Economic Update

30 Nov, 2017

Plans to accelerate development of the Omani fisheries industry are gaining pace, with a series of temporary labs designed to help operators overcome challenges.

Launched in September by the Ministry of Agriculture and Fisheries (MoAF) and running until October 26, the fisheries labs brought researchers and industry experts together to look at ways to maximise growth in the sector, with a focus on aquaculture, catch and export.

Among the key goals of the project is boosting the contribution made by fisheries to GDP, increasing the value of fish products and creating more job opportunities for Omanis.

Push to more than double fish production between 2014 and 2020

The initiative forms part of a broader national roadmap, developed in cooperation with the World Bank. Fisheries has been identified as one of five key focus areas in the government’s current five-year development plan (2016-20), which seeks to ensure the industry’s sustainability through to 2040.

The government has pledged to invest $1.6bn under the National Fisheries Development Strategy 2013-20, with the aim of increasing production from 200,000 tonnes in 2014 to 480,000 by 2020, and creating 20,000 new jobs.

A cornerstone of the strategy is the establishment of a fisheries harbour at the Port of Duqm, where the government plans to create a special economic zone that will include 60 processing facilities, cooling and freezing stores, and ship maintenance workshops.

Robust fisheries growth, sector financing trends

These efforts come on the back of strong growth in the fisheries sector. Total fish production increased by 9% last year, and the industry has recorded average annual growth of 12.1% since 2011, according to the MoAF. Total catch volumes also rose over the period, from 158,000 to 280,000 tonnes. Fish production has exceeded 1m tonnes since 2011, contributing around OR975m ($2.5bn) to the economy.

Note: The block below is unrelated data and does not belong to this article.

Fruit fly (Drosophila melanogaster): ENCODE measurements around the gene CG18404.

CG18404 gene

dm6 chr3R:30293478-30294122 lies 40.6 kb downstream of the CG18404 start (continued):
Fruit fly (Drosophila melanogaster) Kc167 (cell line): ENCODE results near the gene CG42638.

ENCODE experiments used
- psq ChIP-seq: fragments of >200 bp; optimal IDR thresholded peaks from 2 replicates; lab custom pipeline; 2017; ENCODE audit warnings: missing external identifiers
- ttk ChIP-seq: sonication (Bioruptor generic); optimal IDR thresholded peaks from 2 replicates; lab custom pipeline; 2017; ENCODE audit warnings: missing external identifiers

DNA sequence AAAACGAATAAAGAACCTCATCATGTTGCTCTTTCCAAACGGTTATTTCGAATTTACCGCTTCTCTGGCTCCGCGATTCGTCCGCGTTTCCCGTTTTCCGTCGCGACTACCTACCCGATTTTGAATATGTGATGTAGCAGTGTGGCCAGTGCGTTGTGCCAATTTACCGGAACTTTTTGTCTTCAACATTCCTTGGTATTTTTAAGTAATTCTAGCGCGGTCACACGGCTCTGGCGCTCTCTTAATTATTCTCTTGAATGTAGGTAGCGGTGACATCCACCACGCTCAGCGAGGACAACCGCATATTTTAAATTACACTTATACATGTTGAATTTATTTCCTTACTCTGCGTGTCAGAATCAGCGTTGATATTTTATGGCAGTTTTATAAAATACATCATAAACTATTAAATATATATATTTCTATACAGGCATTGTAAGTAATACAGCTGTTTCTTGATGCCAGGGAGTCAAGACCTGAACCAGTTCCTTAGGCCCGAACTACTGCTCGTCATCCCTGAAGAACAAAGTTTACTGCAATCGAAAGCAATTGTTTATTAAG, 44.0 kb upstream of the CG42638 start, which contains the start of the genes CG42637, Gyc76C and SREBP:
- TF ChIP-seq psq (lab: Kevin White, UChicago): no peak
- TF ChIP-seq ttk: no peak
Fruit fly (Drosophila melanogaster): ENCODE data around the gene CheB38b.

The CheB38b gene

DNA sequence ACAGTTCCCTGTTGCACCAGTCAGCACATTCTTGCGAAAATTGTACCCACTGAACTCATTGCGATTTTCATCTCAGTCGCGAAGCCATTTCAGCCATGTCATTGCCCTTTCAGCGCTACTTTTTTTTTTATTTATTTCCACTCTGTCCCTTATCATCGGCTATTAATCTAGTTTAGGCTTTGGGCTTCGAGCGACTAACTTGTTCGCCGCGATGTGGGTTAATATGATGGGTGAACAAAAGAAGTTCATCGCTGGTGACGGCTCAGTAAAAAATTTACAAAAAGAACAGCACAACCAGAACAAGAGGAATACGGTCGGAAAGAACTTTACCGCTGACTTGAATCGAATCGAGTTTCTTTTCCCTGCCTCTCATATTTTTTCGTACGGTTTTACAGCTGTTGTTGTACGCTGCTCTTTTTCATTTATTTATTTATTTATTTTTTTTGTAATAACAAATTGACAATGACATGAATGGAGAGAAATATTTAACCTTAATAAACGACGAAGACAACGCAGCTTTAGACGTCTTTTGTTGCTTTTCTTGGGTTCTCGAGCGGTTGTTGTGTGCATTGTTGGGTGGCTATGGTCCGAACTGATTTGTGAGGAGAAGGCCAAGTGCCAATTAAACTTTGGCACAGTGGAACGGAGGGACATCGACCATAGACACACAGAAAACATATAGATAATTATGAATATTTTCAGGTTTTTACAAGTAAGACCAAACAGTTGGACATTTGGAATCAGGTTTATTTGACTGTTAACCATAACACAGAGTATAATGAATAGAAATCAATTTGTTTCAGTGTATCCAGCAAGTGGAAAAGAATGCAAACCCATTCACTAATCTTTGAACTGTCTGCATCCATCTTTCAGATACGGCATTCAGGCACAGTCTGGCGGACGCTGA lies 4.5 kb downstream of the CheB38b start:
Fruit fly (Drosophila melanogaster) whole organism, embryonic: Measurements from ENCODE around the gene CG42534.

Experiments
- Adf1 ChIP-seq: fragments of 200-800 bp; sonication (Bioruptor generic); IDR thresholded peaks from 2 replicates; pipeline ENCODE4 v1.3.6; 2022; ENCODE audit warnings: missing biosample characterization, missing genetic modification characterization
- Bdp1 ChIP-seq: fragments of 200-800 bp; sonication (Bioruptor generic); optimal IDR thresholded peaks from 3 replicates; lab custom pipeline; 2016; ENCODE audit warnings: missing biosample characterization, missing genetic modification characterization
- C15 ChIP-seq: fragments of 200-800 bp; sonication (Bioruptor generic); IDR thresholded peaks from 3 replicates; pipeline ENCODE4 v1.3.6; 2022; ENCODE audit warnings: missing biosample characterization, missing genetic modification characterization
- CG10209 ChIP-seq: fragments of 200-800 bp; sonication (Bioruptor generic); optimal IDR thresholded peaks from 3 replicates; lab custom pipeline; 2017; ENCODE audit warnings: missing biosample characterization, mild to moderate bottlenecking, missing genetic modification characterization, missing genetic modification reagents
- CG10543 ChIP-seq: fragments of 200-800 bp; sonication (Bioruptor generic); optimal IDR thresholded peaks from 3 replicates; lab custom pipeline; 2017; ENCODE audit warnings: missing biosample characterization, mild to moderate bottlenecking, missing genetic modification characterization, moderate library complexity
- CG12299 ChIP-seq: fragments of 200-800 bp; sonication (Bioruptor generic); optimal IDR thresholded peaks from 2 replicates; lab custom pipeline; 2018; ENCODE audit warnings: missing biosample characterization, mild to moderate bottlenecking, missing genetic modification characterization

This consistent growth, coupled with government support, has enabled the sector to attract substantial financing; fisheries accounted for 29% of all loans dispersed by the Oman Development Bank (ODB) in the first eight months of this year.

The ODB granted 1152 loans worth OR4.8m ($12.5m) to the fisheries sector, making it the second-highest recipient of funding from the bank, behind only industry, and ahead of agriculture, health and education.

Despite recent expansion, fisheries contributed 0.8% to GDP in 2016, demonstrating the significant growth potential of the industry and prompting the World Bank to call for national operators to move beyond only harvesting fish and establish themselves across the entire value chain. This includes processing, logistics, wholesaling, marketing and retail.

Fishing to boost Omani employment and self-sufficiency goals

Unlike many other industries in the country, traditional artisanal fishermen are responsible for the overwhelming majority of output, with small, local fishing operations making up 99% of production, according to the World Bank. An estimated 45,000-50,000 Omanis rely on fishing and related activities for their livelihoods.

October brought news that under a new scheme, an additional 700 licences will be made available to locals wishing to work in the traditional fishing segment – a sign the government is keen to encourage continued participation of Omanis in the sector.

The country also represents a strong homegrown market for its produce, with the population consuming almost double the global average amount of fish. As such, fishing plays an important role in long-term goals for food security and self-sufficiency.

Overall, Oman produces more fish than it consumes, meaning that it is able to export a substantial amount. Last year, it exported 41% of total produce caught, according to the National Centre for Statistics and Information. Further expansion would therefore boost international trade opportunities.